History is supposed to encompass the totality of human experience. It is an impossible task to capture it all. And even if you could save it all, preserving it is another issue entirely, because you are dealing with very fragile and ultimately unstable media, Nothing is permanent. It is ironic, for example, that you find velum records that were made centuries ago that are in better shape, and paper that was made 100 years ago that outlasts our own; the challenge is how do we deal with it.
Illinois Heritage: What is the biggest challenge facing historians in the state? Are we losing more history than we're saving?
Tom Schwartz: Unfortunately, we are losing. And even the things that we have saved are endangered. For example something recorded on 8 - track tape, how do we play that back? Do you have a record player that can play your 45's? This is a problem. And the other thing is a sort of institutional amnesia. When you have a fairly cohesive group of individuals - a government body, for example — and they all retire within a few years, typically with them goes an entire institutional memory of why certain things are done certain ways. The impulse of newcomers is to get rid of things they don't understand. That's frightening, especially in libraries that assume that if something is mass-produced, surely someone is saving a copy. Yet one of the few things that were mass produced [in 18th and 19th centuries] were broadsides, so why are there so few of them around today?
Illinois Heritage: Is there anything not worth saving?
Tom Schwartz: You have to be very selective in what you do save, and what you collect has to be representative of significant aspects of the culture. But when you look at most archives they contain records of politicians, of businesses, and of major civic organizations. Yet what are people studying? Popular culture has become a particular focus of the academy. Many things researchers are looking for are found in vertical files and aren't even catalogued. Most places don't even save these items. I don't know how you can determine with any degree of certainty the questions that someone 100 years from now is going to ask. I can't predict that. Sure, there will be interest in the politicians of the day. But some of the things people are interested in today are recipes, cookbooks, and fashion. As the profession continues to ask questions, it needs to cast a wider net to include things that were previously considered ephemeral.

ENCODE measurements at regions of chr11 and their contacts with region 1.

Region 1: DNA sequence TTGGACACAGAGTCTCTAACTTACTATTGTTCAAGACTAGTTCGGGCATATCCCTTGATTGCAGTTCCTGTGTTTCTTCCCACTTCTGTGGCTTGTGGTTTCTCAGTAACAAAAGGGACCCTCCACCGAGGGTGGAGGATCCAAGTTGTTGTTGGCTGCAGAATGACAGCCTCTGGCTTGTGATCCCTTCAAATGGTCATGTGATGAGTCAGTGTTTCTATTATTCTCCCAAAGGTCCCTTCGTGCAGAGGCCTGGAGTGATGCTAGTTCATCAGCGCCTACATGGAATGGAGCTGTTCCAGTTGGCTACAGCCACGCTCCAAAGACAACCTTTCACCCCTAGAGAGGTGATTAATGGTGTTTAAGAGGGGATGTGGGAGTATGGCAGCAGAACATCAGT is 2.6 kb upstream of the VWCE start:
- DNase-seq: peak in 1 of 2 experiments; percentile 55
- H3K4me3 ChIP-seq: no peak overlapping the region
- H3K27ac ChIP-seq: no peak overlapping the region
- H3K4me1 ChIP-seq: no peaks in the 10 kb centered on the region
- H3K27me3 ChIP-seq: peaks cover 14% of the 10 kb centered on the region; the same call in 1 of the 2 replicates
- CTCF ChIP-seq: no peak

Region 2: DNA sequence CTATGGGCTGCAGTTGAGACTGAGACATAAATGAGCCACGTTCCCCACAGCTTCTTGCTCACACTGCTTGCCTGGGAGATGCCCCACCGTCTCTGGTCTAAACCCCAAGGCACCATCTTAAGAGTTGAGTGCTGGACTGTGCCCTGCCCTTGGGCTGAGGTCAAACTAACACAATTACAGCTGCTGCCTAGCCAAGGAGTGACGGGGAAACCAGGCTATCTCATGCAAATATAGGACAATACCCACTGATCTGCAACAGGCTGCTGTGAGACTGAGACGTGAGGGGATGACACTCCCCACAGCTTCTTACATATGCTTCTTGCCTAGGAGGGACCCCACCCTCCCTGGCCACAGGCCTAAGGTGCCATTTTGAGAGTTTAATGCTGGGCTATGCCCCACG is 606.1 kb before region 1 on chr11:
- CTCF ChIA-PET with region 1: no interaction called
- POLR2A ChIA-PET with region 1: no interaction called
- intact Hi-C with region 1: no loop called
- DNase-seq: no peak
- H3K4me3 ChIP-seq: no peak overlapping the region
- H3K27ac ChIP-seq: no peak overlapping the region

I see history everywhere; there are wonderful stories just waiting to be told. When I browse the stacks at the historical library all sorts of topics jump out at me, and I know I'll never have enough lifetimes to explore them all.
Illinois Heritage: Last question: If Illinois were not the "Land the Lincoln," what would it be?
Tom Schwartz: Well, the land of wonderful stories. Illinois is not only unusual for its size and diversity, but it has remained a force in the history of this nation. Even if you look in terms of popular culture today, one of the major forces in the landscape is Oprah Winfrey. Michael Jordan defined excellence, not only in basketball but in sports generally. Go anywhere in the world and kids have Michael Jordan posters up. Pundits talks about the dominance of the east and west coasts and how they are driving our cultural activity, but Illinois has done a good job of offsetting those stereotypes, providing a good alternative to the New York/Hollywood model.